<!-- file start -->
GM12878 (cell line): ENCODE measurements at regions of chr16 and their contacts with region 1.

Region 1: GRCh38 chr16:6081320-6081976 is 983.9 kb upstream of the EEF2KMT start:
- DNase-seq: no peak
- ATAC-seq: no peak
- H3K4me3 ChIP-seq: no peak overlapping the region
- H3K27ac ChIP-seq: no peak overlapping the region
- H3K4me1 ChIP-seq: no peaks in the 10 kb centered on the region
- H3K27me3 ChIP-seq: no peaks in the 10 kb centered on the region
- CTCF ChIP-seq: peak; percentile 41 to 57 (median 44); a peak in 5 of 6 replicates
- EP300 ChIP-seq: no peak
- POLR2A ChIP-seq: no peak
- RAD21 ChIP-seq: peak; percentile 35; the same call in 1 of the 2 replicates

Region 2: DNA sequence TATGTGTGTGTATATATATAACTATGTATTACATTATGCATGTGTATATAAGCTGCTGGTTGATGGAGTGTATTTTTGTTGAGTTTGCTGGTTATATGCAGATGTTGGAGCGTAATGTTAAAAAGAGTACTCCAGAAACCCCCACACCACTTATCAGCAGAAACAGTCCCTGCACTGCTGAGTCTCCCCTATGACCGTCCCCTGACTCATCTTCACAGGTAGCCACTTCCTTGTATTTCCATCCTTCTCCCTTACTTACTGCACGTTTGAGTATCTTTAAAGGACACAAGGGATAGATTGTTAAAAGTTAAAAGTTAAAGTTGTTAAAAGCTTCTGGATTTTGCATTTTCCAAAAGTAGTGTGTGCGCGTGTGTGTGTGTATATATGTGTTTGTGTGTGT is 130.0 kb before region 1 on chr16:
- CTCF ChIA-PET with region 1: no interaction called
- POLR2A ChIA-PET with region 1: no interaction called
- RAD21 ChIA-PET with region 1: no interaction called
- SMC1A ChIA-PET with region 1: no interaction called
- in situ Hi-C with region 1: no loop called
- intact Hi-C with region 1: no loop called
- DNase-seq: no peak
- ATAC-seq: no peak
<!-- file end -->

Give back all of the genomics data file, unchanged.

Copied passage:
GM12878 (cell line): ENCODE measurements at regions of chr16 and their contacts with region 1.

Region 1: GRCh38 chr16:6081320-6081976 is 983.9 kb upstream of the EEF2KMT start:
- DNase-seq: no peak
- ATAC-seq: no peak
- H3K4me3 ChIP-seq: no peak overlapping the region
- H3K27ac ChIP-seq: no peak overlapping the region
- H3K4me1 ChIP-seq: no peaks in the 10 kb centered on the region
- H3K27me3 ChIP-seq: no peaks in the 10 kb centered on the region
- CTCF ChIP-seq: peak; percentile 41 to 57 (median 44); a peak in 5 of 6 replicates
- EP300 ChIP-seq: no peak
- POLR2A ChIP-seq: no peak
- RAD21 ChIP-seq: peak; percentile 35; the same call in 1 of the 2 replicates

Region 2: DNA sequence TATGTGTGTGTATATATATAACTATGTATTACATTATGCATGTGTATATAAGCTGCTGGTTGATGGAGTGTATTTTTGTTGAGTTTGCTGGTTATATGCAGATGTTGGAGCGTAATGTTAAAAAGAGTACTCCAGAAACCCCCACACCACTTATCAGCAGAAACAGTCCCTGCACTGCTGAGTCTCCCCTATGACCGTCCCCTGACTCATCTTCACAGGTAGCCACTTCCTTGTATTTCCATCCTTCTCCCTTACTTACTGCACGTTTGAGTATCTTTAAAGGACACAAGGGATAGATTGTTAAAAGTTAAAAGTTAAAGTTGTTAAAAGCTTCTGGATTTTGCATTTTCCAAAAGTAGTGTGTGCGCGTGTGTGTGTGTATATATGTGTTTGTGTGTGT is 130.0 kb before region 1 on chr16:
- CTCF ChIA-PET with region 1: no interaction called
- POLR2A ChIA-PET with region 1: no interaction called
- RAD21 ChIA-PET with region 1: no interaction called
- SMC1A ChIA-PET with region 1: no interaction called
- in situ Hi-C with region 1: no loop called
- intact Hi-C with region 1: no loop called
- DNase-seq: no peak
- ATAC-seq: no peak